John Driffill's picture
Affiliation: 
Birkbeck College, University of London
Credentials: 
Professor of economics

Voting history

Are academic economists ‘in touch’ with voters and politicians?

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Question 1: Do you agree that the economics profession needs an institutional change that promotes the ability to communicate more effectively with policy-makers and the public at large and to make clear when economists have a united view; and do you agree that we need to introduce leadership to help achieve this improvement through coordinated efforts?

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Answer:
Disagree
Confidence level:
Confident
Comment:
I do not think institutional change is an appropriate response in this situation. More and better communication with the public is a good thing, of course, and it has been developing over the last few decades. The media has been getting better at informing people about economic matters. Think the BBC web site, Guardian, FT, Economist. It still does not reCh readers of the Mail, Sun, and the many who read nothing at all. While society is riven by wide differences of income, wealth, economic security and attitudes, and many newspapers etc dismiss economic arguments as ridiculous, (not only econ, but also political,historical, etc) there is nothing to be done. This is about a much deeper disconnection, and the rise of populism. A better megaphone for a bunch of acdemics for the rare occasions when they agree with each other will not cut the mustard!

China’s growth slowdown: likely persistence and effects

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Question 2:

Do you agree that if the Chinese slowdown turns out to be persistent, it will have a significant impact on UK growth (say, in the order of a few tenths of a percentage point) and/or it will justify a material change in monetary policy (for example, in terms of the timing and speed of a return to ‘normal’ interest rates) and fiscal policy (for example, in terms of the timing and speed of fiscal contraction).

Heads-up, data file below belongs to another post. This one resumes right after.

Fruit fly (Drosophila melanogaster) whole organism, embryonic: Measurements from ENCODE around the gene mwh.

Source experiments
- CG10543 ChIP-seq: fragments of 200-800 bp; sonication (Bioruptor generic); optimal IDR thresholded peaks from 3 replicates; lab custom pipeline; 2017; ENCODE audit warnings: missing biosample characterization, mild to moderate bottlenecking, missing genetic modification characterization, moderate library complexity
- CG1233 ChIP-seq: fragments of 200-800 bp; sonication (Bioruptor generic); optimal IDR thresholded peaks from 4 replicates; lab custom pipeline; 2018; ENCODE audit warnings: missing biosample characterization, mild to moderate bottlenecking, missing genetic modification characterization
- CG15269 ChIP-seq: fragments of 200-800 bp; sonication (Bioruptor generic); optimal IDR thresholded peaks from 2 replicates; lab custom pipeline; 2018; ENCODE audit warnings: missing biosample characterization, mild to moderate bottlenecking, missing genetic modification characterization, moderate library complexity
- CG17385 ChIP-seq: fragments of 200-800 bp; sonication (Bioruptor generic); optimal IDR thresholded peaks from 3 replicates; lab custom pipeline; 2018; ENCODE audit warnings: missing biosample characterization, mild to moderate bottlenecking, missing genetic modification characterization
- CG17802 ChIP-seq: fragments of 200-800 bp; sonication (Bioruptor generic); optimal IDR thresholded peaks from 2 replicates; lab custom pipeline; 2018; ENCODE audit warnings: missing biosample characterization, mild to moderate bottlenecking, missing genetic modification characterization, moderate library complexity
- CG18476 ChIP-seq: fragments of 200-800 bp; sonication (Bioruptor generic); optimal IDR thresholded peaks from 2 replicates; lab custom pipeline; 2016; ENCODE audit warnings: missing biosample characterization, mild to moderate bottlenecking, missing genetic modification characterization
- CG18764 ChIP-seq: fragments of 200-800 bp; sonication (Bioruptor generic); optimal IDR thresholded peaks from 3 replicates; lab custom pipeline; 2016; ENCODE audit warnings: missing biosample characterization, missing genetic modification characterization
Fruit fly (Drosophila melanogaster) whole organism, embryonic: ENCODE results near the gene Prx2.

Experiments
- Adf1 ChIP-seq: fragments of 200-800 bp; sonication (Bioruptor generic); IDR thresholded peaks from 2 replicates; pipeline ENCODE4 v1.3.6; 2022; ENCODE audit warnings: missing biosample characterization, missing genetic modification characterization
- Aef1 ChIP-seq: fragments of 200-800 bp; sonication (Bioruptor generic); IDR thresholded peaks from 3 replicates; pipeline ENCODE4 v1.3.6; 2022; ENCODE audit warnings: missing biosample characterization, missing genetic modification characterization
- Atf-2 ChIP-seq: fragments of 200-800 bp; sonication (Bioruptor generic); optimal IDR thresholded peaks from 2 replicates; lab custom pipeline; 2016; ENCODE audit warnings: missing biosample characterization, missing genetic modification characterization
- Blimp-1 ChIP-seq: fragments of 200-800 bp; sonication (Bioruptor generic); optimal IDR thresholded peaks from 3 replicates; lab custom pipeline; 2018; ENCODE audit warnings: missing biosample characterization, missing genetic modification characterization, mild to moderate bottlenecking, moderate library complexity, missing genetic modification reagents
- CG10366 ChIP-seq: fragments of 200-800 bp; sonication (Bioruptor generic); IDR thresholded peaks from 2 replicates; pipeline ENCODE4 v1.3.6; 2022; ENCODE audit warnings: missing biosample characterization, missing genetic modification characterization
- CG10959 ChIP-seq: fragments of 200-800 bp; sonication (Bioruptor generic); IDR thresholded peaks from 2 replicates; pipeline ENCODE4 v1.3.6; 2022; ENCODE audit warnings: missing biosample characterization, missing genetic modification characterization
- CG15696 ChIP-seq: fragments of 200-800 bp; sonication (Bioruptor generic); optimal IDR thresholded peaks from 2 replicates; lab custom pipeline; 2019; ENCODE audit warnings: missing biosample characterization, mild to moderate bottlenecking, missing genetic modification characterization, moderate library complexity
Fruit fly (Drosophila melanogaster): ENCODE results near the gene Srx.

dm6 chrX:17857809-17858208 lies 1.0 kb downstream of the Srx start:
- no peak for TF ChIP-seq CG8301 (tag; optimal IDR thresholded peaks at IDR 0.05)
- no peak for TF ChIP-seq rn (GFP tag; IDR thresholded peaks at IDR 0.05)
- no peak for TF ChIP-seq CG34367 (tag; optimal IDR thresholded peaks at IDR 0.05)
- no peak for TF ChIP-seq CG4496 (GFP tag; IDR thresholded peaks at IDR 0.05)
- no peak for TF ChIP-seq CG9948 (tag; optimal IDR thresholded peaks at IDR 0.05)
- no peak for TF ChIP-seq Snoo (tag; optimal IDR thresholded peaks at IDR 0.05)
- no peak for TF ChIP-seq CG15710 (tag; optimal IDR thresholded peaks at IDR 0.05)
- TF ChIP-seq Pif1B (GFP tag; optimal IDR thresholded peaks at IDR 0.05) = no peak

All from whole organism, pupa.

Answer:
Disagree
Confidence level:
Not confident
Comment:
I doubt whether it will make any appreciable difference to the UK if China grows at 5% a year rather than 7%. It is not likely to make any difference to approporiate fiscal or monetary policy choices for the UK.

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Question 1:

Do you agree that the Chinese economy is likely (say more than 50% probability) to maintain in the medium term (say, for at least ten years) a rate of annual growth exceeding 6%.

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Answer:
Disagree
Confidence level:
Not confident
Comment:
Real GDP per head has grown substantially in China over the last thirty years. The gap between it an the most developed countries has narrowed. Future growth is likely to be slower. Population growth is going into reverse. There is likely to be a shift away from saving and investment towards consumers' spending in the coming decades. The growth rate of the Chinese economy is likely to slow down further in the coming years.

ECB's quantitative easing

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Question 2:

Do you agree that the structure of the ECB's QE programme makes the Eurozone more fragile and increases the risk of one country leaving the euro?

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Answer:
Disagree
Confidence level:
Confident
Comment:
A differently designed programme may have been better from this point of view, but the actual one does not increase fragility. The weakening of the Euro helps exports and discourages imports, modestly, perhaps. Lower yields on long-term debt slightly lower the cost of financing public debt, slightly relax fiscal constraints, and modestly encourage spending. This all helps keep countries in the Euro zone.

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Question 1:

Do you agree that the design of the ECB's QE programme reduces its effectiveness? 

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Answer:
Disagree
Confidence level:
Confident
Comment:
A different design with full mutualization of the risk of default would have been more effective than than the actual one, but it would have raised other problems.

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